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Trump's first 100 days tax Texans on Capitol Hill

The early days of the Trump presidency have exhausted, exasperated and enthralled members and staffers in Texas' congressional delegation.

President Donald Trump addresses a joint session of Congress in Washington, D.C. on Feb. 28, 2017.

WASHINGTON — A hundred days never felt so long. 

On Saturday, President Donald Trump will complete his first 100 days in office, the symbolic traditional end to the "honeymoon phase" of a commander-in-chief’s administration, and that period has exhausted, exasperated and enthralled members and staffers in Texas' congressional delegation. The last three months produced drama and turmoil — and a handful of political wins for both parties — unlike any stretch anyone can seem to recall. 

“Every day is exciting,” said U.S. Rep. Kevin Brady, a sunny Republican from the Woodlands. As chairman of the House tax-writing committee, he is at the center of many of the frenzies — including trade deals and the overhauls of the country’s health care system and tax policy. 

“Someone advised me to write a book,” he said. “The problem is, I told him, every day would be a new chapter.” 

The issues Brady and the other 37 members of the delegation faced since Trump took office are dizzying: investigations into Russian interference in the 2016 election, a proposed shakeup of the North American Free Trade Agreement that lasted all of 12 hours, a Muslim ban that ran into judicial buzzsaws (twice), concern over North Korean nuclear arms, a presidential threat to the Texas-manufactured F-35 and the United States’ use of force in Syria.

Every Texan in the delegation has served on a committee or taken a vote that, at least for a day or two, was the center of a political storm. 

Washington is not used to spontaneity. Capitol Hill runs on seasons and rhythms — certain pieces of legislation are expected to come up at different times of year. But Trump’s legislative team is unaware of these mores, and the president appears to have a showman's penchant for suspense and cliffhangers.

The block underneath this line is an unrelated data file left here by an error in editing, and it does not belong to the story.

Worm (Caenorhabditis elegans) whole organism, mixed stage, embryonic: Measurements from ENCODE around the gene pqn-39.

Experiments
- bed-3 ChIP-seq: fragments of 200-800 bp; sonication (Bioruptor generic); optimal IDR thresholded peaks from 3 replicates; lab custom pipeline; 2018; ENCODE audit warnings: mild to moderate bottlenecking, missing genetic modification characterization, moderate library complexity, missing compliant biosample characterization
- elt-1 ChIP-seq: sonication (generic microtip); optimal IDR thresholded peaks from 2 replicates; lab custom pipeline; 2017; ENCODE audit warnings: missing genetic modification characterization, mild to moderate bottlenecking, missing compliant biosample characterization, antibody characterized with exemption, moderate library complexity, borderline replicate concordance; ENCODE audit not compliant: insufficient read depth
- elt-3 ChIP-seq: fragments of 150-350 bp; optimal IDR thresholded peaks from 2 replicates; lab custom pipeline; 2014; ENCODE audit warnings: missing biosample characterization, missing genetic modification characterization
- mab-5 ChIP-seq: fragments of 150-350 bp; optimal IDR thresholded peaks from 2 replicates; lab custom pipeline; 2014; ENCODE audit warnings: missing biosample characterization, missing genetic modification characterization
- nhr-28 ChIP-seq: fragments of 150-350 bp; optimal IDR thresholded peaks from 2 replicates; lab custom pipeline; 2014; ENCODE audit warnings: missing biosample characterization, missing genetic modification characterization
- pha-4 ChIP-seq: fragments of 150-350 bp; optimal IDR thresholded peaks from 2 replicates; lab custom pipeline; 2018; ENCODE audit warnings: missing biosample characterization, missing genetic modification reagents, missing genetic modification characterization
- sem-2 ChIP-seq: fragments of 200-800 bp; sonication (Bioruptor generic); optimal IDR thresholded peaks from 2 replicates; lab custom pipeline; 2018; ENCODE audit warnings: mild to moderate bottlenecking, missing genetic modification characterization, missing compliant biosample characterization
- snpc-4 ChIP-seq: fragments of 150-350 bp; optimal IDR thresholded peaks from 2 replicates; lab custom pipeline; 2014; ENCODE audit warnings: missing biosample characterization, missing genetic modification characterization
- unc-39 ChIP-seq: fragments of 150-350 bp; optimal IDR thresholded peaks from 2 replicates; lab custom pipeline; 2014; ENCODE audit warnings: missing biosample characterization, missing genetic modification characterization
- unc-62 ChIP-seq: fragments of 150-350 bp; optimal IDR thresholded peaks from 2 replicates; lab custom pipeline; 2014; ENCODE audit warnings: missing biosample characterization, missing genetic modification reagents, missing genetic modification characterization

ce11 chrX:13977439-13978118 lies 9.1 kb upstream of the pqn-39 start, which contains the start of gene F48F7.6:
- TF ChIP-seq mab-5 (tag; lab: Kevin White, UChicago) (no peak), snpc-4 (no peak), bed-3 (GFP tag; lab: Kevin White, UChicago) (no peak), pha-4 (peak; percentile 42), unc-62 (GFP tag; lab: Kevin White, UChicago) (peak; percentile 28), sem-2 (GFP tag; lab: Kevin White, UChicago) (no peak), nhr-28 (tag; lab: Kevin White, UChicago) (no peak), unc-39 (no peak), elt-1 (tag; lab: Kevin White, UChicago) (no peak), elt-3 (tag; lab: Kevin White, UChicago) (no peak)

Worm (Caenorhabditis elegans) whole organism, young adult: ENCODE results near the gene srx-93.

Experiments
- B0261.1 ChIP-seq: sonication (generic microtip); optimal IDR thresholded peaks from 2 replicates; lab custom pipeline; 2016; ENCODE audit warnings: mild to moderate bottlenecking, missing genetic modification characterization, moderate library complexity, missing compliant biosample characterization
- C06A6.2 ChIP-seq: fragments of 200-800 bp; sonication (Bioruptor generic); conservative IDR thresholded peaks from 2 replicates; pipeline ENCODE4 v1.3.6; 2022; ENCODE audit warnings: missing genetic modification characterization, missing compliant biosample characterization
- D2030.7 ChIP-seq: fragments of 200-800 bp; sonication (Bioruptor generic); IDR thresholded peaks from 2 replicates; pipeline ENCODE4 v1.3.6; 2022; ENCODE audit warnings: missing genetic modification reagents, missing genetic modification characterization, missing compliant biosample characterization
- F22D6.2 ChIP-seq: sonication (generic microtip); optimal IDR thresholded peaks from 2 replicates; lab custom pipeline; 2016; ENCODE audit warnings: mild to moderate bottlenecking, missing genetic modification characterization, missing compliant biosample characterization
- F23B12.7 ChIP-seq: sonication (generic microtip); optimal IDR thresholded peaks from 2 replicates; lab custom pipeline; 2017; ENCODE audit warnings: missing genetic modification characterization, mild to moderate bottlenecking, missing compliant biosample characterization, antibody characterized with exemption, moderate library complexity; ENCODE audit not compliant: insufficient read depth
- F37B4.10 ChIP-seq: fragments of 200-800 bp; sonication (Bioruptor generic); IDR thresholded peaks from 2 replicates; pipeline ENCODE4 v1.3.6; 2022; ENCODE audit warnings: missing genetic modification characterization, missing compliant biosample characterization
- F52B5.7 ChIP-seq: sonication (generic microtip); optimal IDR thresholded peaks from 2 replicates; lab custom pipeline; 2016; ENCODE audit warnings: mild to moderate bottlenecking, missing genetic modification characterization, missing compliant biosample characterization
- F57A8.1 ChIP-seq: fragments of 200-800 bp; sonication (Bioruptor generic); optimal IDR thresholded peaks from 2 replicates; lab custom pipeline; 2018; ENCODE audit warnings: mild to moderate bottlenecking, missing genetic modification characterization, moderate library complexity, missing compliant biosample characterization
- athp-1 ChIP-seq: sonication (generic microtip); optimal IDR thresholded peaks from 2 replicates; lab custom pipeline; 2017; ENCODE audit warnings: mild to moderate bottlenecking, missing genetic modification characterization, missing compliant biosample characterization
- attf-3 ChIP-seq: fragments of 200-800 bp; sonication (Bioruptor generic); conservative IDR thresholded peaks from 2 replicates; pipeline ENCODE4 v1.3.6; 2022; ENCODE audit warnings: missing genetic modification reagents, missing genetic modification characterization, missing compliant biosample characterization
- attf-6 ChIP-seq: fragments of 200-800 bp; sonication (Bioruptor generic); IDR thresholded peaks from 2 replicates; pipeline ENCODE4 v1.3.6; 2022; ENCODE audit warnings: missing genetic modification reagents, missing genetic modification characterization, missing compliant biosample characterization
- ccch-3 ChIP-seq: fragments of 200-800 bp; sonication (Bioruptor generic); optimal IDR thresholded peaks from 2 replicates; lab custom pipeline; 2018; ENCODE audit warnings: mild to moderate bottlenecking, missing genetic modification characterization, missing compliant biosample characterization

The result has been a collective disorientation when Congress is in session. On any given afternoon, several pivotal issues could blow up, unleashing worry and confusion, only to fade away hours later. 

For instance, on Wednesday, the main priority for Congress was to pass a spending bill and prevent a government shutdown on Saturday. But the Trump administration began pushing a rollout of a tax code overhaul, revived health care talks — and then leaked a proposal to terminate NAFTA. 

The NAFTA legislation, in particular, struck a nerve among the Texans. Such a policy change would cause a major upheaval in the Texas economy.

By late Wednesday, the Trump White House issued a statement backing off of the notion. By Thursday, Washington had moved on and NAFTA drama was long forgotten.  

“If I had one word to describe it … chaos,” said U.S. Rep. Filemon Vela, a Brownsville Democrat, on Wednesday. 

Freshman U.S. Rep. Jodey Arrington, a Lubbock Republican, was one of the most frustrated Texans when the GOP health care overhaul fell apart in late March.

“While I was disappointed and somewhat discouraged when I came out of that week where they pulled back the vote, we lived to negotiate another day,” he said.  

His fellow freshman, U.S. Rep. Vicente Gonzalez, acknowledged the charged atmosphere. 

"It feels like a crazy time ... I wouldn’t be able to tell because I don’t have anything to compare it to, but certainly I hope this isn’t the normal,” the McAllen Democrat said. 

He expects the House's GOP majority to continue to struggle. 

“I think a lot of things will get through the house but end up [stopped by] the Senate, and I think  we’ll be revisiting a lot of those issues again,” Gonzalez added. “And by that point, the administration will be nine, 10, 11, 12 months in, and realize that in order to pass bills and things everyone wants and needs for the country, it's going to take cooperation from both sides of the aisle.”

Most Texas delegation staffers are natives of the state, usually on a tour of duty for a few years in the nation’s capital. 

Those working for Republican members express frustration that the long hours have amounted to very little in actual policy. Democratic staffers are boiling, irritated with the mid-day agenda shifts that often seem half-baked.

All of them are burned out.

One staffer told the Tribune that colleagues are considering leaving the Hill, unable to keep up with the pace and tumult in the news cycle that begins early in the morning and often lasts well into the night. 

Some staffers said colleagues now keep the congressional calendar on their phone backgrounds with an eye toward the next recess — the time when members return to their districts and their team can catch up on backed-up work. 

Trump’s only significant political achievement so far — the confirmation of U.S. Supreme Court Associate Justice Neil Gorsuch — is something that did not even come through the House.  

But U.S. Rep. John Ratcliffe, R-Heath, remains upbeat about his chamber’s agenda. 

“Admittedly, it’s taken us longer to get to some of the goals and accomplishments that we all want to see happen, but I’m still very optimistic that we’ll get to them,” he told the Tribune.  

“We all saw it coming, we were all well prepared, and we were told that the president wanted to accomplish a lot in the first 100 days, so we adjusted the schedule accordingly,” he added.  

“So yeah, it’s has been taxing, but at the same time the possibility of doing some things that haven’t been done in a long time ... is a motivating factor every day and why we think this is all hopefully worthwhile.” 

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